A and A's Movie A Day

Watching movies until we run out.

12 Monkeys

October 1, 2010

12 Monkeys

This may be the most perfect time-travel sci-fi movie ever filmed. Or at least the most Gilliam time-travel sci-fi film. It appeals to me on so many levels. It has a fantastic script that addresses things like the apocalypse, time travel, madness and pre-determinism. It’s hard to believe that this movie wasn’t written by Terry Gilliam because the movie incorporates the best bits of Time Bandits, Brazil and The Fisher King. It’s like the uber-Gilliam masterpiece that was the culmination of all his work up to that time.

The movie starts with a dream. It’s a recurring dream that James Cole has. The only dream he has. He’s a young boy in this dream, in an airport, and he witnesses a shooting. There’s a blond woman and a red-headed man. When Cole wakes up it is the present. He is in a prison in a post-apocalyptic world after a virus has wiped out most of humankind. A virus that was released thirty years ago in the year 1996. Cole is “volunteered” to research how the virus began. He is chosen for his tenacity, his toughness, and his memory and attention to detail. The powers that be in this dystopian present send him back in time to try to figure out where and how the virus got started.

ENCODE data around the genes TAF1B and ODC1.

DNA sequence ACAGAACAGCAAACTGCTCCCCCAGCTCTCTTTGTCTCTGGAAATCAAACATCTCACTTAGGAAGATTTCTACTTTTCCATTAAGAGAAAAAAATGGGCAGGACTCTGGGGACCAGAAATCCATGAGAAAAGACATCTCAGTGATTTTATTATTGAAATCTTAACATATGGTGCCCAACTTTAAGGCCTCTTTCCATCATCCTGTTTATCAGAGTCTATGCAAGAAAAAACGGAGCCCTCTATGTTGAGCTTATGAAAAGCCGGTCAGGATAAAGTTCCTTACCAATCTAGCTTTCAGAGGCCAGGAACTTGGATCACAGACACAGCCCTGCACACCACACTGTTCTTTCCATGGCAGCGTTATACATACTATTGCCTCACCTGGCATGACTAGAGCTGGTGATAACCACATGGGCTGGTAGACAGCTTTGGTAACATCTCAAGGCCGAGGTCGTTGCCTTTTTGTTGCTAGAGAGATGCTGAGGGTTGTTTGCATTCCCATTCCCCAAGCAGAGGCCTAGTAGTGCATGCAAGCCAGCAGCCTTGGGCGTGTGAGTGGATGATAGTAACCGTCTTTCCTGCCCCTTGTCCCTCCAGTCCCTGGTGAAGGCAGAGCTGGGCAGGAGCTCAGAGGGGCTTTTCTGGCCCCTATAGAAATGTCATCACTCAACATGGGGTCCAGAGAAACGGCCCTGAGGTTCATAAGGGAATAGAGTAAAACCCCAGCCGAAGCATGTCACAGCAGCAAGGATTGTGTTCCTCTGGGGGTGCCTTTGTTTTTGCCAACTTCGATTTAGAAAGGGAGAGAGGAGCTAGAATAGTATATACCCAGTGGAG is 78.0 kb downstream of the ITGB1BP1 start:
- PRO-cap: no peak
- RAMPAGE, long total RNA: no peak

The trouble begins when he ends up in the wrong time. He’s supposed to be looking for clues in 1996, but he arrives in 1990. Here he is arrested and put in an insane asylum because he is a violent raving lunatic who thinks that he is in the past. His court appointed psychiatrist, Dr. Kathryn Railly, is fascinated by his delusions. She has pity for him and thinks there is something more to his story. In the asylum he encounters a manic crazy man named Jeffrey Goines who befriends him and eventually helps him to escape.